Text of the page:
Recycla got up bright and early this morning and after she drove her children to school at 7:45, was at the local Lowe’s (a big-box hardware store and garden shop) at 8 a.m. on the dot. Her mission was to pick up some tomato cages and a few plants. While some hard-core gardeners sniff at the thought of buying plants at a generic big-box store, Recycla is no snob. She knows that big-box stores and chic garden shops often get their plants from the same suppliers, so why would she spend more money for the same plants?
While perusing the plants, Recycla noticed signs letting customers know that they can bring their used plastic plant pots, trays, and tags/plant markers back to the store to be recycled into new ones. This delights Recycla, as most municipalities do not have extensive plastic recycling programs and therefore do not accept plastic from yard and garden products. Thus, a great deal of plastic ends up in landfills every spring. She is thrilled to see a big-box store showing eco-responsibility by accepting the old containers and whatnot.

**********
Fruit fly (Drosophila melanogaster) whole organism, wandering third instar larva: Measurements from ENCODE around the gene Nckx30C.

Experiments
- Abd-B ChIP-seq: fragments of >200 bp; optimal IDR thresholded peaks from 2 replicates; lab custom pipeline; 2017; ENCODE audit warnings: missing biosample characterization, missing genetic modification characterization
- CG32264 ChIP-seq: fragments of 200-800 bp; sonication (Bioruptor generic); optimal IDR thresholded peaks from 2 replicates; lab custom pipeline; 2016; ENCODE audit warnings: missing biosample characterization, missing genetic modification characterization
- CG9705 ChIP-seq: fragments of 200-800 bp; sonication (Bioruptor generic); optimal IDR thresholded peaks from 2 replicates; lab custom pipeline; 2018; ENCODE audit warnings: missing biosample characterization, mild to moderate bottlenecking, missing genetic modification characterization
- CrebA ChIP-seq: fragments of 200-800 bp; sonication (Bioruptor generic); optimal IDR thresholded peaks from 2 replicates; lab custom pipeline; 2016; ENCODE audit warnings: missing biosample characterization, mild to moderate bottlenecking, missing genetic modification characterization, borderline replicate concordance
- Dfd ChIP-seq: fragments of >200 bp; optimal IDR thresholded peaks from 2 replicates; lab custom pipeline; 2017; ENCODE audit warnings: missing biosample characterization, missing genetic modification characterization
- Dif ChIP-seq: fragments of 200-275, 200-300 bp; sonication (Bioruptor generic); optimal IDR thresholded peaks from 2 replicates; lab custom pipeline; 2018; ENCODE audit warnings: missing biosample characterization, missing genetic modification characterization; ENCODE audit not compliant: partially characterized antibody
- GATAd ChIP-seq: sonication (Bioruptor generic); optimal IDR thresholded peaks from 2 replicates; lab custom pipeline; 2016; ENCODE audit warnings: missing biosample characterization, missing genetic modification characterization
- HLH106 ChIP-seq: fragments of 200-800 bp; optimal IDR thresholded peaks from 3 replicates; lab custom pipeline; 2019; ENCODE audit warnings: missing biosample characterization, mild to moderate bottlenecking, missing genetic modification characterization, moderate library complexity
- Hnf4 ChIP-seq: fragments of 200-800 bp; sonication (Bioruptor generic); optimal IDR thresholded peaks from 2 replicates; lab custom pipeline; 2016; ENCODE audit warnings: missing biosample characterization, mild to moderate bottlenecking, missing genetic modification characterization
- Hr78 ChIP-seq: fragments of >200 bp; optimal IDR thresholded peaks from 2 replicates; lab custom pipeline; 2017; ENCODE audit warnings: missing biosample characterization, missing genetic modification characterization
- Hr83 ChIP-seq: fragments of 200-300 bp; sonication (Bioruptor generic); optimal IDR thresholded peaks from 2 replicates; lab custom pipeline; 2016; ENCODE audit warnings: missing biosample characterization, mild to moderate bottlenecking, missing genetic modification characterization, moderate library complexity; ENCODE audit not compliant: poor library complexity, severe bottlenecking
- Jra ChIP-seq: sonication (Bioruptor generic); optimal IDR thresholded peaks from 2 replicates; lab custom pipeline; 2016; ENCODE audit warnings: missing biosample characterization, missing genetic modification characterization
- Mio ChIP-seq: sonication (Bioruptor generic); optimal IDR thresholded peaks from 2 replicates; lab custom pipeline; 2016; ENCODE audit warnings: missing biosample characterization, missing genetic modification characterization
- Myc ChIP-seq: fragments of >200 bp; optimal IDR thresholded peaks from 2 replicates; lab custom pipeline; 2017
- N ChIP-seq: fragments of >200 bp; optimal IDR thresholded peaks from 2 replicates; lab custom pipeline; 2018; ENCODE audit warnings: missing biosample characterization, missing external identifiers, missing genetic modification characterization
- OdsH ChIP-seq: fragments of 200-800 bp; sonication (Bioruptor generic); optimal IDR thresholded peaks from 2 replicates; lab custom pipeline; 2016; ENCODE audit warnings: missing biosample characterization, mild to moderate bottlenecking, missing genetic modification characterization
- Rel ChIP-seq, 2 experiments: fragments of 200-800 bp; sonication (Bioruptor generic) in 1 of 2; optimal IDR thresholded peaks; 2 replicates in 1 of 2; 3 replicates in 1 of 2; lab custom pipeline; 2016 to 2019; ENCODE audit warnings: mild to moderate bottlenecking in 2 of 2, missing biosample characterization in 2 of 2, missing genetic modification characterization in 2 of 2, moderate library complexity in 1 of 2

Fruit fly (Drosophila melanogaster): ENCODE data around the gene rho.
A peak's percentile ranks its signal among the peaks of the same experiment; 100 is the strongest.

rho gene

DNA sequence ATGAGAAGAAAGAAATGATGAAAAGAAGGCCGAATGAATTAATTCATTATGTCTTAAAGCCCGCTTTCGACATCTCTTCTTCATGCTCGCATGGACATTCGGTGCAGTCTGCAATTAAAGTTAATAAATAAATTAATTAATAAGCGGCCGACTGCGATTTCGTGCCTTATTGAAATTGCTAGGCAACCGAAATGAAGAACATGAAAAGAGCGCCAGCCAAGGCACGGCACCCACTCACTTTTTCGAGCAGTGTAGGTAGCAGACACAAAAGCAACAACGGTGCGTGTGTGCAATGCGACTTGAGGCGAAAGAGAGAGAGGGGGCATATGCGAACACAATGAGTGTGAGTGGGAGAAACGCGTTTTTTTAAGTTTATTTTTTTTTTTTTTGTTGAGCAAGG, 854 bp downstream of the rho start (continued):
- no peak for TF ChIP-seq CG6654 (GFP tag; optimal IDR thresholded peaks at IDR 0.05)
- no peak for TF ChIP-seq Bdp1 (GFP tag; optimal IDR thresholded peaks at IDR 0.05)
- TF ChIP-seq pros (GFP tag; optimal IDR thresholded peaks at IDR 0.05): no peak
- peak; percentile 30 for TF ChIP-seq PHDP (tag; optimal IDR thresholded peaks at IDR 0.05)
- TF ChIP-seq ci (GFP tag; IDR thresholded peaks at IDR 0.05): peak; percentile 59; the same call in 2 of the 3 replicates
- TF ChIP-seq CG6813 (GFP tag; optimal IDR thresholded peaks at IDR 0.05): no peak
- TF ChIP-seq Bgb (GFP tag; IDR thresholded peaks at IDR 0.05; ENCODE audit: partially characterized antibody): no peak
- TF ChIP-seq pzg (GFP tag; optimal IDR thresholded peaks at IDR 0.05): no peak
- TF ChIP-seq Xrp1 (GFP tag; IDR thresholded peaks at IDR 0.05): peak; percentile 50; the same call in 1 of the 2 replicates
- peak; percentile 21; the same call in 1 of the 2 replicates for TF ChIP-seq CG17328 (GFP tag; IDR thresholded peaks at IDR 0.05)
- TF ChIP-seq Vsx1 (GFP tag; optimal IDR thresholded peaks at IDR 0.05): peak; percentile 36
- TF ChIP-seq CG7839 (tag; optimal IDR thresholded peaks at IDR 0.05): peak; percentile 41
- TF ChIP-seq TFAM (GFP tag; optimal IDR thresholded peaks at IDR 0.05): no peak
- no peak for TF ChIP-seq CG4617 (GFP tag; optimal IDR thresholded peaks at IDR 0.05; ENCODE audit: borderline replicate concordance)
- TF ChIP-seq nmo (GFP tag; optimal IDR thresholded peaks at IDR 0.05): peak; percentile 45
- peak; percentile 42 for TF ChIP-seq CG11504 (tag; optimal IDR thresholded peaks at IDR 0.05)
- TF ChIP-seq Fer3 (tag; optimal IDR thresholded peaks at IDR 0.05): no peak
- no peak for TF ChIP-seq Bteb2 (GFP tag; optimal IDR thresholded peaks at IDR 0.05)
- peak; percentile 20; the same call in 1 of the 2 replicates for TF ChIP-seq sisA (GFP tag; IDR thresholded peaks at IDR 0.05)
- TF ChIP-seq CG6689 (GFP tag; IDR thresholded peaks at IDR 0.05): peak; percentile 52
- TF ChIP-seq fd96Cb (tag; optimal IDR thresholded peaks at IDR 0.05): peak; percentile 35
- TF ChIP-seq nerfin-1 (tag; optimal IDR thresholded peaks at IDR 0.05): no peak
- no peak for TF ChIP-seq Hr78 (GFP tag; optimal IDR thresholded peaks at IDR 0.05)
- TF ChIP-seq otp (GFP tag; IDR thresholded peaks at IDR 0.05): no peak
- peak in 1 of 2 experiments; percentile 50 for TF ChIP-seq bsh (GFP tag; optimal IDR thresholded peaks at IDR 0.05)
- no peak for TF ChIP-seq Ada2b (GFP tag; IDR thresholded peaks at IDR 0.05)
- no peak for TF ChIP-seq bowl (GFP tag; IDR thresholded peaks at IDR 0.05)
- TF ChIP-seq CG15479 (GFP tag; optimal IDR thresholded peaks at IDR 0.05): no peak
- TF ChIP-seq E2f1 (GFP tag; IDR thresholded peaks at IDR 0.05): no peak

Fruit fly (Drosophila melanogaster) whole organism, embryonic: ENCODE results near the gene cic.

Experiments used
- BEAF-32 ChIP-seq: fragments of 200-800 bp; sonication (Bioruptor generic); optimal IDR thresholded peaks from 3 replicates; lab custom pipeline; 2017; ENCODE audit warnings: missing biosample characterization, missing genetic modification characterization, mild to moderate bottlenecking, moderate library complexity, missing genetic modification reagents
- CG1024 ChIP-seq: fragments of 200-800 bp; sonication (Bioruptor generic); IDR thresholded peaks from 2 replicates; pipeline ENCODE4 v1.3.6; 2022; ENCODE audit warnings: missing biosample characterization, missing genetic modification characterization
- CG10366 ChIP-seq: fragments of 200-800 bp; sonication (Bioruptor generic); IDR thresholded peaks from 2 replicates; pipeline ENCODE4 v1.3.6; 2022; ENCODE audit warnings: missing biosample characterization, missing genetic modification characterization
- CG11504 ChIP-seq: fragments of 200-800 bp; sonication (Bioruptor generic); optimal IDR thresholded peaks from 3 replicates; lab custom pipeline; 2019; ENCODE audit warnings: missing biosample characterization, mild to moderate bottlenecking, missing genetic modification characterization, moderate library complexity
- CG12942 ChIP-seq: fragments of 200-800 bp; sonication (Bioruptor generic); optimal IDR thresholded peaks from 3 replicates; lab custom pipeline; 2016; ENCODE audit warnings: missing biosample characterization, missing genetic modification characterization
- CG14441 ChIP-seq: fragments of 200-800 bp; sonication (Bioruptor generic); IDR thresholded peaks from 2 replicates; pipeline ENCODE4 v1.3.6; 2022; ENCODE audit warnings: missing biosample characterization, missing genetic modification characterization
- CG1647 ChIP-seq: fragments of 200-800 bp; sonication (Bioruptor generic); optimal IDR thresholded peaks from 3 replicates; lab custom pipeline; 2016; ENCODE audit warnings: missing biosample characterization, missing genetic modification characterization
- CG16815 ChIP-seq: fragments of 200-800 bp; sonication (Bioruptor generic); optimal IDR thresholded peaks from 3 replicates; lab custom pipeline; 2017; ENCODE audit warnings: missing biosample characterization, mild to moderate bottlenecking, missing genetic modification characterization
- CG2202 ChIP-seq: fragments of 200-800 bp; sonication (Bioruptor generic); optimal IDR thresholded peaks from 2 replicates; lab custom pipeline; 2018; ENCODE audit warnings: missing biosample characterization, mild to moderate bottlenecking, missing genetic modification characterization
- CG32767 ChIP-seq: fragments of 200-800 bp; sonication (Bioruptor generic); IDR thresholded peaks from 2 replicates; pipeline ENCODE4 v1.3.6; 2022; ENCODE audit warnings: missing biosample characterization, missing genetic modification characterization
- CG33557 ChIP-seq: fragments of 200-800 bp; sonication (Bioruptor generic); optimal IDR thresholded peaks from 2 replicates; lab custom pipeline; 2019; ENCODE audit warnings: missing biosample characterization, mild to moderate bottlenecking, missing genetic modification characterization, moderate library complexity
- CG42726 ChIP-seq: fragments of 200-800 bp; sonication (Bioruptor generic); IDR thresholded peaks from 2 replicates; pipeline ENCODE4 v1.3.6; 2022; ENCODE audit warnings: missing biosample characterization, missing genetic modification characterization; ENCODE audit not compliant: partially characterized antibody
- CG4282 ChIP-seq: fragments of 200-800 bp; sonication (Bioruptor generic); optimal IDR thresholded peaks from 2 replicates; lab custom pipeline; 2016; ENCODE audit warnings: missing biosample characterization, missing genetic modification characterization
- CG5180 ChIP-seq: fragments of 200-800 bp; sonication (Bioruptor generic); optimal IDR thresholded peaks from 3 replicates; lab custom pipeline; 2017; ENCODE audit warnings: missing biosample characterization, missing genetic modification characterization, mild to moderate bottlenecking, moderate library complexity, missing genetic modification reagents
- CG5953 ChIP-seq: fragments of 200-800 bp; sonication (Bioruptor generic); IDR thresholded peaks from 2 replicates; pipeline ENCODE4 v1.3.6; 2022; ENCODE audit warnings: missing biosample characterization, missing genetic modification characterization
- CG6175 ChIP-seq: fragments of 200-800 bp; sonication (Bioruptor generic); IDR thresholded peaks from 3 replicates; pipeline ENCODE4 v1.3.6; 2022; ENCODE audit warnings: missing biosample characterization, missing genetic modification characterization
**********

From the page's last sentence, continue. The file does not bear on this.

Every year at this time, Recycla generates a lot of plastic waste, due to the vegetables and herbs she buys for her kitchen garden, plus the never-ending influx of flowers and shrubs. (Recycla will never be finished with her gardens — it’s all part of her master plan to garden until the day she dies.) She tries to reuse as much as possible — the smaller four- and six- packs can be used for seeds the next year and the larger pots are great for dividing perennials and sharing with neighbors. Still, many pots go to waste, as well as those plastic tags used to identify plants.
Luckily, more and more places are accepting plastic of all kinds, it’s just a matter of finding out where these places are in your community. In addition to Lowe’s accepting the plastic pots and tags, most Whole Foods stores have extensive recycling on site. You can also check Earth 911 to see what recycling options are available to you.
If you do reuse your plastic pots, it’s important that you clean them well before reusing them, so as not to accidentally infect your plants or seedlings with anything that might have hitched a ride with the old plants.
Tell the Eco Women: Are you planting much this year? If so, what? And what do you do with your old pots after you’re done with them?